Because in my brain it was always like, I have to, you have to, you have to work out. You're being lazy. You have to. And I'm like, no I don't. I really don't. And I didn't do it. And then it's amazing recently I started and I have no drama around it and I do it three days a week and, and I do it cuz I love my body and I don't punish myself because I truly prove to myself that I don't. And there were some consequences. My back started hurting, my neck started hurting and I was like, okay, I want to move my body, but I wanna do it in a way that feels good to me and I don't wanna do it from a place of obligation all the time. And then, and this is what I was gonna say is the biggest piece that most people are missing is that when we say we have to, we don't realize we're like, I should, we're attaching morality to these things that are neutral.
Speaker 1 (41:59):
Whether your house is cleaned up or not does not determine whether you're a good person or not. But we don't believe that. We think like a good person is organized and has their everything together and their house is always clean and it's spotless and there's nothing on the counters and the dish is always done and the food is always vegan and it's always made fresh. Like that's what a good person does. And so that's why it feels so much like, we feel so much shame and guilt when we don't do it. As opposed to this is a completely neutral act. Whether I work out or not doesn't change my worth as a person or whether I'm a good mother, right? Or I'm a good wife or whatever. Whether I wash the dishes or not doesn't mean anything about who I am, right? So then I get to decide, do I want to do this thing or not?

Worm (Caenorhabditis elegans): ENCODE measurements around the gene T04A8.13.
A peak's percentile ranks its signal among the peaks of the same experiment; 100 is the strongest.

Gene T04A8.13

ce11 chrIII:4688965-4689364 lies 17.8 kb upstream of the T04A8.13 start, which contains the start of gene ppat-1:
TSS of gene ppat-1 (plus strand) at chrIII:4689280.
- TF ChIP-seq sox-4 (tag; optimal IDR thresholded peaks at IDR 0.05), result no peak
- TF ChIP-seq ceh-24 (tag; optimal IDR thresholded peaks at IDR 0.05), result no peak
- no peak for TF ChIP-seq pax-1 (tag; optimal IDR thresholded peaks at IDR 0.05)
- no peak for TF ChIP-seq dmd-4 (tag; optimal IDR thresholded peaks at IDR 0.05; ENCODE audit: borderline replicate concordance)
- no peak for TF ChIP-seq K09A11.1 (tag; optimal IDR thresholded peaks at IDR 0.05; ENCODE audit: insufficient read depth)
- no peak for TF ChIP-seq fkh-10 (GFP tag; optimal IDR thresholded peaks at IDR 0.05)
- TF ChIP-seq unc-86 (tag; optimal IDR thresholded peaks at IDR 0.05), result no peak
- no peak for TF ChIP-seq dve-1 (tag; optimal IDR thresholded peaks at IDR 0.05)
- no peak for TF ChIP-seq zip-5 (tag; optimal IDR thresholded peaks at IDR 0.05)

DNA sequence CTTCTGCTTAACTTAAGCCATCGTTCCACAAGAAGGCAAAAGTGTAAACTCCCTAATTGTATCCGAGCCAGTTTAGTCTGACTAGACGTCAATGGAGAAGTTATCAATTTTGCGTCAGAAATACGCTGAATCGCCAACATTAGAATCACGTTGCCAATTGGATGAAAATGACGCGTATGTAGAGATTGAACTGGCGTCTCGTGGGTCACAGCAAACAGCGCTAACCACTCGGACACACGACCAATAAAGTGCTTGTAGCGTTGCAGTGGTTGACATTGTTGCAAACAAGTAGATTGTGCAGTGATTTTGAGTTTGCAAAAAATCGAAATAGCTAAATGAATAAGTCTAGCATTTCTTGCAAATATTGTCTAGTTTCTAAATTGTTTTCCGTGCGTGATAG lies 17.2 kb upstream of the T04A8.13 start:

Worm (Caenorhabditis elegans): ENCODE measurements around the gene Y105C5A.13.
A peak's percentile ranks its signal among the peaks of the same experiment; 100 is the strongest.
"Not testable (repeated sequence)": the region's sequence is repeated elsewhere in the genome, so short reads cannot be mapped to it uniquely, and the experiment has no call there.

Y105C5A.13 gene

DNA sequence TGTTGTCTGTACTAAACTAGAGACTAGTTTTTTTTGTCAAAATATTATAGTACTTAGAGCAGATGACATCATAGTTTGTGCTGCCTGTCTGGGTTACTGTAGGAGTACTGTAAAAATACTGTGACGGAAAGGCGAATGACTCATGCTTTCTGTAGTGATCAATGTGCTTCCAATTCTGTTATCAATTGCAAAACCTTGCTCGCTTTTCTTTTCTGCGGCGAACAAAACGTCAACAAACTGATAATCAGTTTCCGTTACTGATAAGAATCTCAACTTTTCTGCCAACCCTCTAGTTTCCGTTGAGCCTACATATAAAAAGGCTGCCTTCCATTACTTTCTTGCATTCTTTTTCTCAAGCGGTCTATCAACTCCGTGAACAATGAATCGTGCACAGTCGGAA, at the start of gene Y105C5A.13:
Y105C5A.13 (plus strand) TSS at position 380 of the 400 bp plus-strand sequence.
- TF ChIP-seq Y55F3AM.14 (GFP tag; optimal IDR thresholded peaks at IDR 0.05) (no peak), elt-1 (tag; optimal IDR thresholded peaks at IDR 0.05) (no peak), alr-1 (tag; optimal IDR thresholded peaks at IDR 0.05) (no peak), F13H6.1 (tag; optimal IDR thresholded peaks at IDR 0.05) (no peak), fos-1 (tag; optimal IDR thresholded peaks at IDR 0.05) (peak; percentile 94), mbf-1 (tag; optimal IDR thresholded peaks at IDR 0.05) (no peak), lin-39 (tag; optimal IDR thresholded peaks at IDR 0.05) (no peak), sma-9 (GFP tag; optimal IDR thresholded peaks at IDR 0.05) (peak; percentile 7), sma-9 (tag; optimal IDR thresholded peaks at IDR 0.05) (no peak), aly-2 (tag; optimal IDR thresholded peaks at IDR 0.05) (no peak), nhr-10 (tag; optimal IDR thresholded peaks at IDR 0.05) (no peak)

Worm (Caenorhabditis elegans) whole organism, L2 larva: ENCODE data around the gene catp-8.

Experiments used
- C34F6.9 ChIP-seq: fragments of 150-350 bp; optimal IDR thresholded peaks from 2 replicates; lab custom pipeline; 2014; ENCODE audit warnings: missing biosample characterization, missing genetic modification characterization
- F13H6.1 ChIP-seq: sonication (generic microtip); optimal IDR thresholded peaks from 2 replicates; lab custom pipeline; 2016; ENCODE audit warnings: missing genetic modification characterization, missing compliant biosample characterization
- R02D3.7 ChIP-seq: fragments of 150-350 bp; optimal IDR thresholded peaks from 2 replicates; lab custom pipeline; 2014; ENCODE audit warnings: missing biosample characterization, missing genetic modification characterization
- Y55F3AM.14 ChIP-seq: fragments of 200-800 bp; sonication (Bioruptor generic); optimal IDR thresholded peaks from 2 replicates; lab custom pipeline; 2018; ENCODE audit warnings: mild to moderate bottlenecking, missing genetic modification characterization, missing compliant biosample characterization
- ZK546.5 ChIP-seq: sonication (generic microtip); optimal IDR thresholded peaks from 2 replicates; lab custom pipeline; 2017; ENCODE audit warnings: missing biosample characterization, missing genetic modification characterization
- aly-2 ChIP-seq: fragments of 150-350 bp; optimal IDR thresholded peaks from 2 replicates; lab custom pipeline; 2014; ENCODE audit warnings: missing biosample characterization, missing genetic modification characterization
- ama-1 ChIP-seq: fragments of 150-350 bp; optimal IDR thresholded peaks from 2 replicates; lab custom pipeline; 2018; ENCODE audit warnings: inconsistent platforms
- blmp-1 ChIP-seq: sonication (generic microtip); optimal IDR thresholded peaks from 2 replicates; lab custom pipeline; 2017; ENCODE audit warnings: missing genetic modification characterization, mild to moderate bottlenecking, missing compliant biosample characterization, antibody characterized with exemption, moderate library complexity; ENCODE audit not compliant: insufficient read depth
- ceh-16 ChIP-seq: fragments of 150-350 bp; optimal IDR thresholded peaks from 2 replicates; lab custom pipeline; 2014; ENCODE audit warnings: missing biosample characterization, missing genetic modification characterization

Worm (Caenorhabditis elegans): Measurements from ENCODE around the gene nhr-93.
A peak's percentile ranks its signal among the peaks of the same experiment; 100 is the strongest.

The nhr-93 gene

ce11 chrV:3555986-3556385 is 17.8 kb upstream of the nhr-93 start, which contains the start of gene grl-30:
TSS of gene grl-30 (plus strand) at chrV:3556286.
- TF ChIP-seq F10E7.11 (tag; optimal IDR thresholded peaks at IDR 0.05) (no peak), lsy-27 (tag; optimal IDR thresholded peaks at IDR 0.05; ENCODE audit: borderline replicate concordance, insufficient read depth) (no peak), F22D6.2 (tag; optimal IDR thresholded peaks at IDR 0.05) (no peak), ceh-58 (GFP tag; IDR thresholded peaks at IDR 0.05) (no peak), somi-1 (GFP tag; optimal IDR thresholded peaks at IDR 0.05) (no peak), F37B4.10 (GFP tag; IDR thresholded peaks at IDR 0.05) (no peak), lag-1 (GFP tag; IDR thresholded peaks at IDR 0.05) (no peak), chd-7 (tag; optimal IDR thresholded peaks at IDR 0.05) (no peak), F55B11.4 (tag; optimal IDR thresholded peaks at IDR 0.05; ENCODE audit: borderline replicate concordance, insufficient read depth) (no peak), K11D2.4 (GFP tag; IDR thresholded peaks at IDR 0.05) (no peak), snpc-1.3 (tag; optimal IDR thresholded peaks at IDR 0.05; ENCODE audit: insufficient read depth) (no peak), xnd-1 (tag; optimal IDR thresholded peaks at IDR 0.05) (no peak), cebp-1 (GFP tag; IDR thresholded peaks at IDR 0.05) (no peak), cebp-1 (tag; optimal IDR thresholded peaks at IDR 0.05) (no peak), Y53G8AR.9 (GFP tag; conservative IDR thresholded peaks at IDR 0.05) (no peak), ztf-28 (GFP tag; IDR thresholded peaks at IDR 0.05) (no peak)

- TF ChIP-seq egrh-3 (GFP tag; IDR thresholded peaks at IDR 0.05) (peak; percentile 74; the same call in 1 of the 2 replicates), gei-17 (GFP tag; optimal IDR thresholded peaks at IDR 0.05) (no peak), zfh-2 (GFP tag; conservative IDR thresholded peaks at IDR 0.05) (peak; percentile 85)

Speaker 1 (42:40):